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Shusha is considered Azerbaijan's main cultural heart which adds to the general bitterness felt over the town's continued occupation. Shusha sprang to prominence when Panakh Khan's re-born Khanate of Karabagh built the immodestly-named Panakhabad here. The khan erected a palace reminiscent of a Kew Garden greenhouse and he and his successor son, Ibrahim encouraged artists, writers and thinkers to congregate in what later became known as the 'Conservatory of the Caucasus'.

The name Shusha ('glass') comes not from the brittle structure of the palace but from a challenge by Persia's eunuch-Shah Mohammad Aga. As the ruthless Persian army approached, their leader supposedlv warned Khan Ibrahim 'God is pouring stones upon your head. Sit ye not then in thy fortress of glass'. However, thanks to Mohammad Aga's sudden death, the city held out and the ironic title 'Shusha' stuck. Nonetheless by this time Ibrahim Khan had already fled and in his absence the whole Karabagh government was overthrown and executed by Ibrahim's nephew. Amongst those to die was the great writer and philosopher Mollah-Panakh Vagif who had been Ibrahim's foreign minister.

Shusha's reputation for invincibility may have been one of the many factors which led Azeri leaders in 1992 to provide woefully inadequate protection for the city against Armenian attack. Shusha's carpet collection was rescued and taken to Baku but some of its cultural monuments (busts of Hajibeyov, Natavan et al) were lost, only to be miraculously salvaged from a Georgian metal dealer who'd bought them for scrap. The bullet-ridden busts are now displayed behind the National Gallery in Baku.

Today Shusha is in a sad state in contrast to the city of Khankandi (known to Armenians as Stepanakert) which has now been rebuilt.

Once the cultural capital of the Azeris in the region (before the war of course), it is quite different from Stepanakert. The main difference is it is much easier to see signs of the recent conflict here. This was sort of the last stand of the Azeri forces. Once the Armenians took control of the city, the war was pretty much over. Many buildings still lie in ruins and there are numerous bullet holes sprayed along the walls. There are a couple of old mosques here, destroyed of course. And while some effort is made to rebuild, or at least tidy up, some areas, the mosques are left to rot.

The town itself, set on a precipice overlooking the impressive gorge of the Karkar has several points of interest. Part of the medieval town wall remains and two 19th-century churches have been restored, both striking with their very pale stone.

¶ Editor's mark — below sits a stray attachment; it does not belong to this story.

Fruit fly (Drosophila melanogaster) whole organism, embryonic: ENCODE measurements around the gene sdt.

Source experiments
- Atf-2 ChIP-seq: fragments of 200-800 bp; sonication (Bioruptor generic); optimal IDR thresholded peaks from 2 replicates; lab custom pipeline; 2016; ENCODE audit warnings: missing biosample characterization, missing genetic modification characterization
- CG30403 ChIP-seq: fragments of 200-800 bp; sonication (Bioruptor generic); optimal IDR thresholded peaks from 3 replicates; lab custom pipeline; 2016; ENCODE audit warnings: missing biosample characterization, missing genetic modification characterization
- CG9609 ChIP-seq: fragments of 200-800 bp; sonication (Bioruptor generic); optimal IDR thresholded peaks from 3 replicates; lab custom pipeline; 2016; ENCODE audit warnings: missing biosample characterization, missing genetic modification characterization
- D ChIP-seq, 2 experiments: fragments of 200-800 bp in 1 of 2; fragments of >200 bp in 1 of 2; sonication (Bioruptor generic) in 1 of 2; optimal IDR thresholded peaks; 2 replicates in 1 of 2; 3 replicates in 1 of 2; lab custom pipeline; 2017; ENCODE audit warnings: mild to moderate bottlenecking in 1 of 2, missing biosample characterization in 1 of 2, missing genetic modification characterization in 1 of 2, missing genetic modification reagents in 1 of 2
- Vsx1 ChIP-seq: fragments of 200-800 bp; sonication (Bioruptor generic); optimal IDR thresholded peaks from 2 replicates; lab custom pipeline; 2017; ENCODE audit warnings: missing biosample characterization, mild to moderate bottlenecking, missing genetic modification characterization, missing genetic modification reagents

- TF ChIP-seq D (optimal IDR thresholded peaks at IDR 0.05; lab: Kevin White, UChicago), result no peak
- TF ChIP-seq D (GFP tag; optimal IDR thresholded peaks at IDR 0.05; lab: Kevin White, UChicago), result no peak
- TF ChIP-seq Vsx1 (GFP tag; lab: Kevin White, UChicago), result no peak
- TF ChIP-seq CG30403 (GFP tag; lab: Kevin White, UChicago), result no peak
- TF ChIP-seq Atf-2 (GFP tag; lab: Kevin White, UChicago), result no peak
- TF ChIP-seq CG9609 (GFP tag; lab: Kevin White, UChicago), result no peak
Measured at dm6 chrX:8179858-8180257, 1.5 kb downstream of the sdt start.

The heavily restored Ghazanchetots Cathedral has been spared no expense. The massive, almost white Ghazanchetsots Cathedral (Ghazan refers to some very large vessels which were gifted to the church) was built between 1868 and 1887. Like all Karabagh churches it was closed during the Soviet period and saw service variously as a granary, a garage and a munitions store. Inside it is plain apart from some modern paintings. Oddly enough the bell tower, decorated with figures of angels playing musical instruments which stands beside it, was built earlier, in 1858. All but one of the angels decorating the bell tower were destroyed in the war, the remaining one being christened the guardian angel of Artsakh'. After renovation the church and bell tower, with new angels, were re-consecrated in 1998.

The other church is the so-called green church (kanach zham), in the northwestern part of the town. It has a silver metallic cupola and was completed in 1847. Elsewhere in the town mosques survive: religious buildings were not destroyed after the war. The Church in 2005 took the most interesting one, the Mets Meched Mosque of 1883, under its protection and invited the Shiite authorities in Teheran to send specialists to restore it. In Soviet days it served as the town's historical museum.

Across the square from the mosque the bazaar, soon to become a functioning market again, is being rebuilt to its original design. Down the road opposite the bazaar is an overgrown second mosque of 1875. Shushi Museum displays the history of Shushi in a mid-19th-century house.

The roads in the town are largely rebuilt, all from money from Armenians abroad.